Southern California's Thomas Fire now 50 percent contained, firefighters take advantage of calmer winds

A temporary reprieve from powerful winds that have helped fan the flames in one of California's largest wildfires has allowed firefighters to reach 50 percent containment as of Tuesday, but officials warned potentially dangerous gusts could return later this week.

The Thomas Fire in Southern California burning northwest of Los Angeles has now spread to 423 square miles, making it the third biggest in the state since records were kept starting in 1932. State officials estimate the blaze will continue to grow to become the biggest in California history before full containment is reached sometime in early January.

A lull in the fierce Santa Ana winds allowed crews to conduct a controlled burn in the area to get rid of dry brush before winds are forecast to pick up again starting Wednesday.

In this photo provided by the Santa Barbara County Fire Department, a Bombardier 415 Super Scooper makes a water drop on hot spots along the hillside east of Gibraltar Road in Santa Barbara, Calif., Sunday morning, Dec. 17, 2017. Wind gusts of up to 52 mph have been recorded in the area using a hand held weather device. The Office of Emergency Services announced the orders Saturday as Santa Ana winds pushed the fire close to the community. The mandatory evacuation zone is now 17 miles long and up to 5 miles wide, extending from coastal mountains northwest of Los Angeles to the ocean. Winds in the foothill area are hitting around 30 mph, with gusts up to 60 mph. (Mike Eliason/Santa Barbara County Fire Department via AP)

In this photo provided by the Santa Barbara County Fire Department, a Bombardier 415 Super Scooper makes a water drop on hot spots along the hillside east of Gibraltar Road in Santa Barbara, Calif., Sunday morning, Dec. 17, 2017.  (Mike Eliason/Santa Barbara County Fire Department via AP)

"We're going to take a lot of that fuel out of there," fire Capt. Rick Crawford said. "That way when the winds come back there'll be nothing left to burn."

More than 8,000 firefighters continue to battle the blaze, which has burned at least 271,750 acres and more than 1,000 structures, including at least 750 homes.

SANTA ANA WINDS: WHAT ARE THEY?

The hot, gusty winds that caused a huge flare-up and forced more evacuations over the weekend are expected to whip up again Wednesday.

In this photo provided by the Santa Barbara County Fire Department, a Sikorsky S-64 Skycrane makes a water drop on hot spots along the hillside east of Gibraltar Road in Santa Barbara, Calif., Sunday morning, Dec. 17, 2017. One of the largest wildfires in California history is now 40 percent contained but flames still threaten coastal communities as dry, gusty winds are predicted to continue.(Mike Eliason/Santa Barbara County Fire Department via AP)

In this photo provided by the Santa Barbara County Fire Department, a Sikorsky S-64 Skycrane makes a water drop on hot spots along the hillside east of Gibraltar Road in Santa Barbara, Calif., Sunday morning, Dec. 17, 2017.  (Mike Eliason/Santa Barbara County Fire Department via AP)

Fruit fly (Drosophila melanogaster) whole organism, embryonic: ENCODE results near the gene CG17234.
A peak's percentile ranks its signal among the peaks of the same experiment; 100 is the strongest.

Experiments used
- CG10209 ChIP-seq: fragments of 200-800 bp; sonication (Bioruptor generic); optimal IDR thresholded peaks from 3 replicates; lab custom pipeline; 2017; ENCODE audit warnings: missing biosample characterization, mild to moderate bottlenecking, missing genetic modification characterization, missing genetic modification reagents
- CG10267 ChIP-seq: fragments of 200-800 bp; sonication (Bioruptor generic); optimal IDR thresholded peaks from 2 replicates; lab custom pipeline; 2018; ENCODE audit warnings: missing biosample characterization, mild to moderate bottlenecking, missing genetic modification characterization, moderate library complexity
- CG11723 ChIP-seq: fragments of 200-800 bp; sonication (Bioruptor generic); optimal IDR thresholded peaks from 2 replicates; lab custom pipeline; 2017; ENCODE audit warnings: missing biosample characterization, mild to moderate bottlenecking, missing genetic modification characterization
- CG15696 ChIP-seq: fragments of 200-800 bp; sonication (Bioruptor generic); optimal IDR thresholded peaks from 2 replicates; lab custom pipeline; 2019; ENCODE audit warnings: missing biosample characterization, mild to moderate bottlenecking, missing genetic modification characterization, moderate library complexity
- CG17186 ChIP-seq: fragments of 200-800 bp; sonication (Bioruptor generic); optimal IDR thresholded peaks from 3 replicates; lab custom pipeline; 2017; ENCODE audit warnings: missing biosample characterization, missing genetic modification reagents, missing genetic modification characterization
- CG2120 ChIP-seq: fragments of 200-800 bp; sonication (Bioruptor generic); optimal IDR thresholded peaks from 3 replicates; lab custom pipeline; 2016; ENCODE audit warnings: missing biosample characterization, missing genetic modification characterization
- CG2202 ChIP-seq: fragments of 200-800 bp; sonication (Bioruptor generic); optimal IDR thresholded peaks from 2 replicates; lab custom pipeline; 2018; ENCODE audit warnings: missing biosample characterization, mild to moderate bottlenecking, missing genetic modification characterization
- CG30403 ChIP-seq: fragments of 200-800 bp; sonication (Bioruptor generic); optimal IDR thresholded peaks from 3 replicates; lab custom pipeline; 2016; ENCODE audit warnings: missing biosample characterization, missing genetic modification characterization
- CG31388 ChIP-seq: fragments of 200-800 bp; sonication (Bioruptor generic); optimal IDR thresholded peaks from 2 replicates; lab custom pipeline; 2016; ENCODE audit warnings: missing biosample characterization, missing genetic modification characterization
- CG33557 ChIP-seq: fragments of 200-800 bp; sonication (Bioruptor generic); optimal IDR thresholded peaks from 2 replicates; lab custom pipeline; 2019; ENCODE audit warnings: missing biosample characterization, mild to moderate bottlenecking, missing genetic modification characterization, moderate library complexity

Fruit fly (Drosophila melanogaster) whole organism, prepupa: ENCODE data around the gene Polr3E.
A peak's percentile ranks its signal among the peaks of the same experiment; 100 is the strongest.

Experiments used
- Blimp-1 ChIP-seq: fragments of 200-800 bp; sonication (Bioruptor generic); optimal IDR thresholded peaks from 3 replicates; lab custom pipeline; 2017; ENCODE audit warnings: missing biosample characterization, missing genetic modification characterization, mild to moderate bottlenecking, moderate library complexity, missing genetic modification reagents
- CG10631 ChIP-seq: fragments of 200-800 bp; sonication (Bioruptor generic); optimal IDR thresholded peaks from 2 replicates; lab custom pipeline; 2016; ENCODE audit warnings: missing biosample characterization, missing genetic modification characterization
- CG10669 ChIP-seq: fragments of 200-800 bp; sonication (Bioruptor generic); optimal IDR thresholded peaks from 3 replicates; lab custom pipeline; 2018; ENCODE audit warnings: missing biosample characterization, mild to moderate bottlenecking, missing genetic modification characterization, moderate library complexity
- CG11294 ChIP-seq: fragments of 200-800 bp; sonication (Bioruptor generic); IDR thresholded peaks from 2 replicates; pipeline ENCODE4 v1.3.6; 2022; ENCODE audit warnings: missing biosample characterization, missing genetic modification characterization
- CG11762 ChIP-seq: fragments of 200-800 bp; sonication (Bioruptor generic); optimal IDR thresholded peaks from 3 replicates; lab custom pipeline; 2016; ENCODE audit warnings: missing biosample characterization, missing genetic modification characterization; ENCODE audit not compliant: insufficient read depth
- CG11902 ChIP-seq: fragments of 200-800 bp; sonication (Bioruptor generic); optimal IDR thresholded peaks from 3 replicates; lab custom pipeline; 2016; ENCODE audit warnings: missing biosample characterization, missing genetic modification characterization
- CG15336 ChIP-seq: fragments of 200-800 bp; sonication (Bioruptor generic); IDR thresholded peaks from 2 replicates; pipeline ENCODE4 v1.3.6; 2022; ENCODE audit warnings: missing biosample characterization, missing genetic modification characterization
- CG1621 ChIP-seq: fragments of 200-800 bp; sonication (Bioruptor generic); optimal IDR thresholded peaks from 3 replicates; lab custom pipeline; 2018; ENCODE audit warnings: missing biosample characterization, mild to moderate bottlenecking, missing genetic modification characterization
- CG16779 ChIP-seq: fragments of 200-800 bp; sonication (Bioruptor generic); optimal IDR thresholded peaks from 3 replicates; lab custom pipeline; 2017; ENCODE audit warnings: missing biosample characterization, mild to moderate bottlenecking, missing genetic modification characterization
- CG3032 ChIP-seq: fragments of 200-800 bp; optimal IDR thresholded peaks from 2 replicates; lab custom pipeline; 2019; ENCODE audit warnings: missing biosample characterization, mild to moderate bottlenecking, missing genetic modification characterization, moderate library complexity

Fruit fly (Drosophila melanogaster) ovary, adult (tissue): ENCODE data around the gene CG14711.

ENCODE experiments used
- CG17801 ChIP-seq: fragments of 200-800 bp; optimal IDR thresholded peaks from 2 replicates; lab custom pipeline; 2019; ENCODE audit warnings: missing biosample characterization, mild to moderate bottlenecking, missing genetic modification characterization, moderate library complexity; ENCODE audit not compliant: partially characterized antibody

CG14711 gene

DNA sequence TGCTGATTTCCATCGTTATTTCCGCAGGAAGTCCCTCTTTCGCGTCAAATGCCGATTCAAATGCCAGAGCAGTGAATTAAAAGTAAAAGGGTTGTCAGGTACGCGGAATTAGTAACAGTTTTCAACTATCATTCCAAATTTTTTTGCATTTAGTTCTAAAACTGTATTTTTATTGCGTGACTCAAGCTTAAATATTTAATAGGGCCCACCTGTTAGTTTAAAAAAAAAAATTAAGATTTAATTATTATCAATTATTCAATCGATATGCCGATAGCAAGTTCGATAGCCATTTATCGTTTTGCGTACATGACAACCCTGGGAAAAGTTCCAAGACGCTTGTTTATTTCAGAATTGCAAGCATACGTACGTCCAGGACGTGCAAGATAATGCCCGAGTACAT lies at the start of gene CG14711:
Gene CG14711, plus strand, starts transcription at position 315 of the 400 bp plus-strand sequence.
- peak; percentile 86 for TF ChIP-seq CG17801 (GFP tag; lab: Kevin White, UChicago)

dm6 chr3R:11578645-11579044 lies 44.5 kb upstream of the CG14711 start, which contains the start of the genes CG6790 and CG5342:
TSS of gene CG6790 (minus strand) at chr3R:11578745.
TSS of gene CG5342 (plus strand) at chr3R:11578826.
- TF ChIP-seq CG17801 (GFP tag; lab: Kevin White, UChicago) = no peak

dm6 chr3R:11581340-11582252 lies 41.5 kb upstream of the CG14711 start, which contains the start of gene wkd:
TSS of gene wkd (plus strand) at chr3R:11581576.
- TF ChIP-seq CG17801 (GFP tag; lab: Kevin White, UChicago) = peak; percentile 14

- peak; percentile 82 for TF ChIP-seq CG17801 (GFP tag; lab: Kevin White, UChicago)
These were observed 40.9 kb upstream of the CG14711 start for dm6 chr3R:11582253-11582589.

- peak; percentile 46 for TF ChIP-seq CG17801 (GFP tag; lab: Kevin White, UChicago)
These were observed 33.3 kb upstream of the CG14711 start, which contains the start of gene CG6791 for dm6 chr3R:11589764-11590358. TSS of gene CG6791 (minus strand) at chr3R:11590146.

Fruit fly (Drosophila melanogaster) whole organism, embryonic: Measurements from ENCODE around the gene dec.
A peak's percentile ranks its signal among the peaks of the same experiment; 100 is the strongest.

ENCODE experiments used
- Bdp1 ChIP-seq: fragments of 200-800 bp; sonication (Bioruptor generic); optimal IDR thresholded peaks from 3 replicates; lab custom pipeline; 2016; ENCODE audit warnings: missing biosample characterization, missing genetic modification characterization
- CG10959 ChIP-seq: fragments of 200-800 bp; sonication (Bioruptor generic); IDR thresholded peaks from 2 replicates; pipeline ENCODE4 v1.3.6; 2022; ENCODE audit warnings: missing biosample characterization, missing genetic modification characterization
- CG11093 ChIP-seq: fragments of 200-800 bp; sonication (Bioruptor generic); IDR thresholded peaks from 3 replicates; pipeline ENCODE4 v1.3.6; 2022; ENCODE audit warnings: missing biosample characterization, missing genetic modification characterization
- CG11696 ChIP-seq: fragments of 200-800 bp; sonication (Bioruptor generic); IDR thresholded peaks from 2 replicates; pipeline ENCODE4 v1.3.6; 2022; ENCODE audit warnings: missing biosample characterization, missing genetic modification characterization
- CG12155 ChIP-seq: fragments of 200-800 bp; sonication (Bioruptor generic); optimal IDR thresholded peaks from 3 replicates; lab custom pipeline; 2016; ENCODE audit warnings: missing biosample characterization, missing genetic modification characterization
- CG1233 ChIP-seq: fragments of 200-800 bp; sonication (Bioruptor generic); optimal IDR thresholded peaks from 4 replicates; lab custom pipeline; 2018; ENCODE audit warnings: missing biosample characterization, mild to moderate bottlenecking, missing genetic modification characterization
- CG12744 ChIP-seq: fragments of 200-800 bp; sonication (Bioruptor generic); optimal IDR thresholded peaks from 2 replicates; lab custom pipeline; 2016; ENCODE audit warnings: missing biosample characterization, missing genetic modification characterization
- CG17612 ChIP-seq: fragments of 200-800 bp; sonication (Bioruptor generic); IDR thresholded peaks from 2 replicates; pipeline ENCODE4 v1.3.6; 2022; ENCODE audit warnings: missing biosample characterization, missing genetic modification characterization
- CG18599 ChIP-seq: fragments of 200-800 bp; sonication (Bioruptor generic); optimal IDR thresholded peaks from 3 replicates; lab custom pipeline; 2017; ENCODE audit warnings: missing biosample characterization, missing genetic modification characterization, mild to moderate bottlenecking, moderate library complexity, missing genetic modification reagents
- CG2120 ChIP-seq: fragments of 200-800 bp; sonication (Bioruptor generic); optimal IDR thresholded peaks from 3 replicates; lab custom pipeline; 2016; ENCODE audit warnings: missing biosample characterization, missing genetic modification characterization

Stuart Seto with the National Weather Service told the Los Angeles Times the extreme winds that come in a north-south direction called "sundowners," named because they tend to occur during evening hours, can fuel fire conditions in the mountains and canyons northwest of Los Angeles.

The other problem that's faced the region for the month of December has been the continued lack of rain.

“December is usually one of the big rain months,” he told the L.A. Times. “Usually, that’s why we don’t have the big fire danger that we do right now.”

THOMAS FIRE IN SOUTHERN CALIFORNIA JOINS LIST OF DESTRUCTIVE BLAZES IN THE STATE

There are still 18,000 structures threatened by the blaze that has charred parts of Ventura and Santa Barbara counties.

In this photo provided by the Santa Barbara County Fire Department, U.S. Forest Service Hot Shot crew members from Ojai, Calif., head down a fire break to work off E. Camino Cielo in Santa Barbara, Calif., Sunday morning, Dec. 17, 2017. Thousands of firefighters tried Sunday to shield coastal communities from one of the biggest wildfires in California history while a funeral procession rolled past burn-scarred hillsides in honor of one of their colleagues who was killed battling the flames. (Mike Eliason/Santa Barbara County Fire Department via AP)

In this photo provided by the Santa Barbara County Fire Department, U.S. Forest Service Hot Shot crew members from Ojai, Calif., head down a fire break to work off E. Camino Cielo in Santa Barbara, Calif., Sunday morning, Dec. 17, 2017.  (Mike Eliason/Santa Barbara County Fire Department via AP)

Firefighter Cory Iverson, 32, died Dec. 14 of burns and smoke inhalation while battling the flames. The blaze is also blamed for the Dec. 6 death of a 70-year-old woman who died in a car crash on an evacuation route.

The cause remains under investigation. So far, firefighting costs have surpassed $130 million.

The Associated Press contributed to this report.

Travis Fedschun is a reporter for FoxNews.com. Follow him on Twitter @travfed